I have vivid memories from living in the Martimes from 1971 through 1987.
At the time I thought the blues and greens of Nova Scotia were unlike any that I had ever seen.
Some of the snows we lived through in New Brunswick were truly epic storms that we will always remember and that grow deeper with each telling of the story.
In certain ways living north of the border was like rolling back the clock. Life in Nova Scotia and New Brunswick in the seventies was much like growing up in North Carolina in the fifties. Neighbors had a similar feeling of trust towards each other and children played outside with a freedom that is unheard of today.
Twenty-seven years later, I am living along North Carolina's Crystal Coast, another spot with amazing blues and greens. I have changed a lot and so has the world arround me. My wife and I even wrote a book, A Taste for the Wild - Canada's Maritimes, about some of the changes that we noticed north of the border after a 2012 trip to our favorite part of Canada.
Hurricane Arthur recently brushed our area but went on to devastate parts of New Brunswick and Nova Scotia. Friends who have a farm just one mile from where we used to have our Tay Ridge Angus farm twenty miles north of Fredericton were without power for over a week and had tremendous damage to their woodlot. Fredericton lost over 4,000 trees in the storm.
While our area on the coast of North Carolina is in general well prepared for hurricanes. New Brunswick is much better prepared for snow storms. This started me wondering how my life would been different in Canada if I had lived on the North Carolina coast before I lived in the Maritimes.
One of the big differences in life here on the Southern Outer Banks is how much time we spend on the water. In my case I am either kayaking, visiting the marshes, or out by the big water in our boat, a 20 ft. Sundance skiff. The skiff was a new addition to our life after we moved here, but I have logged well over 225 hours in it and that does not count the countless hours bouncing at anchor someplace in Bogue Inlet.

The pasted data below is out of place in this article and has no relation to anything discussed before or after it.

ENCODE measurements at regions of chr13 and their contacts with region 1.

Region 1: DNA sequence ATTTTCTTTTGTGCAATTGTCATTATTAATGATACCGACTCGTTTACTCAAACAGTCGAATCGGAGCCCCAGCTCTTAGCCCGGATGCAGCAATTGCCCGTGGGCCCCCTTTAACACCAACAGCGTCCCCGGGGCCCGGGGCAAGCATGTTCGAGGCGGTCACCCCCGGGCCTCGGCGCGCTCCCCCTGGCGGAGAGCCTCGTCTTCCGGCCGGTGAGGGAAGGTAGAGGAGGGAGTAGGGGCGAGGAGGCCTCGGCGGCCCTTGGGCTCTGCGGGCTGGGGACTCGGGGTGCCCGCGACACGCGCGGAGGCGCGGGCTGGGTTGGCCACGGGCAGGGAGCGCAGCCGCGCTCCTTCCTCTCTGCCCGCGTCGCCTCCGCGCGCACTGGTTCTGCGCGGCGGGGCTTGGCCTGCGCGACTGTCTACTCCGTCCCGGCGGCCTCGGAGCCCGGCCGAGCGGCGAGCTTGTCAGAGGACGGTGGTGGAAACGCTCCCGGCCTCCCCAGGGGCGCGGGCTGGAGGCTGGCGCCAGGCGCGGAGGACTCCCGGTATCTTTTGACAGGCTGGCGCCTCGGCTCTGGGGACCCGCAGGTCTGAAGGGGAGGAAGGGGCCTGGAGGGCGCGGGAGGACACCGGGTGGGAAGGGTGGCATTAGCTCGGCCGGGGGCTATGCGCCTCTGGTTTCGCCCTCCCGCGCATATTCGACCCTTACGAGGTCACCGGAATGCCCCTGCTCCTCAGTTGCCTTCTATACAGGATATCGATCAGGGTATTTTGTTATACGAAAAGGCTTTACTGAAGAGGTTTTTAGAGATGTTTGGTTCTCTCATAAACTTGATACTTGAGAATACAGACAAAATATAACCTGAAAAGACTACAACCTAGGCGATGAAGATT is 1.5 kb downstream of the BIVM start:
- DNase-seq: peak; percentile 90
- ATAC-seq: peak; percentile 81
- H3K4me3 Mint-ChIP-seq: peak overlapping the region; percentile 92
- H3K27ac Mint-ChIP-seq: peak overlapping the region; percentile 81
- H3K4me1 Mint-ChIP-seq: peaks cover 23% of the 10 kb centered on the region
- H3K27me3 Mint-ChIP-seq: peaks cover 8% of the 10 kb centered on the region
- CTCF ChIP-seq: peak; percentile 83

When we lived in Nova Scota we were on the Bay of Fundy where tides are up to 28 feet. Here in Carteret county our tides are generally from 1.5 to 3 feet. Much of the White Oak River and other water that we kayak on is less than three or four feet deep. There are places where I float above the oyster rocks that the water is so shallow that the oyster rock is well above water at low tide.
When I think back to the waters that were part of my life in Canada, I am doubtful that having boated in the warm waters of Bogue Sound would be sufficient training for the harsh cold waters off of Canada's east coast or especially the huge tides and very cold waters of the Bay of Fundy. The summer water temperatures of the Bay of Fundy are between 46F and 54F. Our water temperature in the middle of July is 84F. As a safety precaution I usually decline to kayak in water below 50F because while the water often looks very enticing in early spring, it can be deadly. Sixty percent of the people who drown, drown in water that is below 50F. I was pretty sure that the Bay of Fundy might not be a place that people would kayak, but I found a YouTube video of people doing just that. Still I am not certain that I would.
I can still remember seeing fishing boats grounded in the mud at low tide in the Bay of Fundy. Here on the shores of the White Oak River, we can have our skiff on a simple lift. Obviously that is impossible on the Bay of Fundy, but certainly there are Nova Scotia lakes and spots in sheltered coves of the Atlantic where it would be possible. While I was able to find the YouTube video on kayaking easily, boating information seemed to be clogged up with boats for sale. I did find that Nova Scotia has a tremendous number of boat launches so I am guessing there are lots of boats to go with them.
Likely the boating season in the Maritimes is much shorter than ours here on the North Carolina coast. Our season actually stretches through all twelve months. Usually our waters only get as cold as the Bay of Fundy for a few weeks during the winter and then warm quickly. The heat captured by our waters helps us have a magnificent fall where we surf fish in warm waters and enjoy cool air temperatures. Kayaking into December is something we count on here. Often November is one of our best fishing months.
New Brunswick with large lakes and the Saint John River might be a better boating home than Nova Scotia, but then what about Prince Edward Island? It did not take a lot of searching to figure out that Prince Edward Island is a premier boating and kayaking destination with summer water temperatures in the sixties. While I might not do any swimming in 64F water, I would probably try kayaking and I certainly would feel comfortable in my skiff.
My guess is that if I had lived in coastal North Carolina before living in Canada, I might well have ended up in Prince Edward Island instead of Nova Scotia and New Brunswick. Now that would have been another interesting adventure.